Tesla’s „2020 Annual Shareholder Meeting and Battery Day“ took place on 22nd September 2020 in Fremont, California and was broadcast live by Tesla. The YouTube video can be divided into three topics in terms of content. This is the transcript of the first part of the video (minute 0:07 – 20:00), the „Shareholder Presentation“. The parts Battery Day Presentation (1/2), „Battery Day Presentation (2/2)“ and „Q&A“ will follow and will then be linked here. To read the German translation, please click on the link.
Elon Musk: (0:07) Everyone. Well, I mean, this is definitely a new approach. We’ve got the Tesla drive-in movie theater, basically. It’s good to see everyone. It’s a little hard to read the room with everyone being in cars, but it’s the only way we can do it. So hopefully, it’s cool. And hopefully, you can hear me. Can you guys hear me? (hooting)
Okay. All right. Great.
Well, thanks for coming. I think it’s been an incredible year, and I’d like to just thank you for your support through tough times, good times. It’s been great. Really appreciate everyone who’s put their heart and money into Tesla, and I think it’s worked out pretty well. This has been a good year. And I think there’s many good years to come. So I’ll go through the shareholder presentation fairly quickly because the real main event here is Battery Day. And really, I’m just going through a recap of what’s happened over the past year or so.
In terms of our ability to create a factory, huge kudos to the Tesla Shanghai team for being able to go from literally a dirt pile to volume production in 15 months. It’s like, damn. Yeah. And I think something that’s really quite noteworthy here is, Tesla’s the only foreign manufacturer to have a hundred percent owned factory in China. So this is often not well understood or not appreciated, but to have the only hundred percent owned foreign factory in China is a really big deal, and it’s paying huge dividends here.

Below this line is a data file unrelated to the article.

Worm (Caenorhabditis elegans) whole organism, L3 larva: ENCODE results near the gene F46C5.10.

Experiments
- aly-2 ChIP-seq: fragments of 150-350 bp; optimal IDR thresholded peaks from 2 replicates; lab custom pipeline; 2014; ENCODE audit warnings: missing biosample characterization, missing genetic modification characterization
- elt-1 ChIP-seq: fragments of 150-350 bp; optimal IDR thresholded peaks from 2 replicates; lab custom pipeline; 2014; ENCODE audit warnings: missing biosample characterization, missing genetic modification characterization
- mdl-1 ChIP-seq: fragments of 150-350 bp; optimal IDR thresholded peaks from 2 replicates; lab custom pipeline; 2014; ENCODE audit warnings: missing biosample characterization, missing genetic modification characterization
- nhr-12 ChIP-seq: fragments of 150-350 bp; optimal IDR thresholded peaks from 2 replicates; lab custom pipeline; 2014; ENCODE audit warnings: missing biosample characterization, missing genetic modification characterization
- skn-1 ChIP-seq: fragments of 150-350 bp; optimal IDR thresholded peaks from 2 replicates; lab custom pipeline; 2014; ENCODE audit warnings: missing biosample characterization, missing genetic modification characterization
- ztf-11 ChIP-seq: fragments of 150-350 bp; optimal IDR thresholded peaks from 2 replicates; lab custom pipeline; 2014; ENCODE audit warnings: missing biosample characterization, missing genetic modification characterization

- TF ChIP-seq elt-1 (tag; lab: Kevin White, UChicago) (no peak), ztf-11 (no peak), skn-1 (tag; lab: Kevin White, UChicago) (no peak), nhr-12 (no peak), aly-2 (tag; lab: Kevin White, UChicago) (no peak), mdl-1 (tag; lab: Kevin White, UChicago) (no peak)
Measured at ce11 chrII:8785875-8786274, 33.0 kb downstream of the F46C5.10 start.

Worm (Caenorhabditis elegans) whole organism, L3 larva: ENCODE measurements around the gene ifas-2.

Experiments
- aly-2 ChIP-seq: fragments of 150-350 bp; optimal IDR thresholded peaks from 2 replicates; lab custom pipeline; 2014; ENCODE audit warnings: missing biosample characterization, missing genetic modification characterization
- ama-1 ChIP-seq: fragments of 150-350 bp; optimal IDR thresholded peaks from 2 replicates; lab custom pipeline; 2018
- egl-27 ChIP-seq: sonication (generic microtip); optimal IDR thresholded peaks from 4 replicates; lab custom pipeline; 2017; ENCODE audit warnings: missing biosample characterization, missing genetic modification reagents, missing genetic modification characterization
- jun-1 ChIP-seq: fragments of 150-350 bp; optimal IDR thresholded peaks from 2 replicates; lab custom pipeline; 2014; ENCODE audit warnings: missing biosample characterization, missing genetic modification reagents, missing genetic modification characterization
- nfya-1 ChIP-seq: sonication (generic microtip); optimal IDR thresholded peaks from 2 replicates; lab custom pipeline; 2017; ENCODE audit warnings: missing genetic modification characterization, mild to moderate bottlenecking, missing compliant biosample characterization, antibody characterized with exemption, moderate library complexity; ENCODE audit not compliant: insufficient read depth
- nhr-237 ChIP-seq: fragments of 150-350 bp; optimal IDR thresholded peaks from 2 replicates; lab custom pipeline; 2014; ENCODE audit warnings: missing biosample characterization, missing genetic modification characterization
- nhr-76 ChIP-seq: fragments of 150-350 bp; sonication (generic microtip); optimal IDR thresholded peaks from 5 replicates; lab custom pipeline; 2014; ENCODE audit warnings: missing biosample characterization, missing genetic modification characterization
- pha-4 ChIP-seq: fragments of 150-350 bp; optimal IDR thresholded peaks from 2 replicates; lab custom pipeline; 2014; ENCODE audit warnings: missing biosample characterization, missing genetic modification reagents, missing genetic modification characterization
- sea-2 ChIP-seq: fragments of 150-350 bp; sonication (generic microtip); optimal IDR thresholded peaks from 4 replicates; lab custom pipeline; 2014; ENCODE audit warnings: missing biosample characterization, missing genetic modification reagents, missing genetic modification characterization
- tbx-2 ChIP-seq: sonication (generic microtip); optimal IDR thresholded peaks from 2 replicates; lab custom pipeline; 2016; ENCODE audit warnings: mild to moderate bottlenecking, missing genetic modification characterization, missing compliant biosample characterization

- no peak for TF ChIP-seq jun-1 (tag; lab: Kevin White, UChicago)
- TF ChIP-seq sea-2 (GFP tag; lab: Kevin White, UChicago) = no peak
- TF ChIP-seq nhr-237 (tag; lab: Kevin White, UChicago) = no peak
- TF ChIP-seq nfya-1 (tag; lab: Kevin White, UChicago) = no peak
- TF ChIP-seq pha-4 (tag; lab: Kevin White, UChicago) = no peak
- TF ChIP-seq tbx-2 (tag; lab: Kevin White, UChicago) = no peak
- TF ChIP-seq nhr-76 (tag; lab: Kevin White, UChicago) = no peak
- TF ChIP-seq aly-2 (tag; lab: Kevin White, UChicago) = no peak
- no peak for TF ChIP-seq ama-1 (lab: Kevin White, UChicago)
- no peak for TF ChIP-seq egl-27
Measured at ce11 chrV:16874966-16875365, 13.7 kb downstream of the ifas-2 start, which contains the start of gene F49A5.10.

So we really wouldn’t have the results that we have had this year without the great efforts of the Tesla China team, so I’m super appreciative of that. And we’ll see the Shanghai factory continue to scale quite a bit from where it is right now. I think we really could expect that to be, over time, a factory that produces over a million vehicles a year. (hooting)
Yeah, it’s cool. So let’s see. So we also reached in the past year of volume production of the Model Y, and this was the smoothest launch that we’ve ever had, so I think we’re definitely getting better at new vehicle launches and building factories, and scaling production. As you’ve heard me say before, the hardest thing is scaling production, especially of a new technology. It’s insanely difficult.
Making a prototype is relatively easy. And if I think, like, what is the real achievement of Tesla in sort of car company terms, it’s like it wasn’t making sort of exciting prototypes. It was that Tesla was really the first company in about a century in the U.S., the first U.S. company in the U.S. to reach volume production and be sustainably profitable. The crazy thing is this has really not happened in a hundred years. That’s the actual super hard part, and we now have four vehicles in volume production: S, 3, X, Y (SEXY). Also, the toughest joke, I think, maybe ever. It was a very difficult joke to make.
We also introduced the lowest cost solar in the U.S. – it’s only $1.49/Watt. We really just simplified the whole value chain, so reduced sales and advertising, got rid of a bunch of unnecessary costs, and really are just relying upon the fact that it’s just the lowest cost, most efficient solar in the U.S., providing both a retrofit and the solar glass roof, which I think is a really great product – a hard product to make work – that will be a major product line in the future.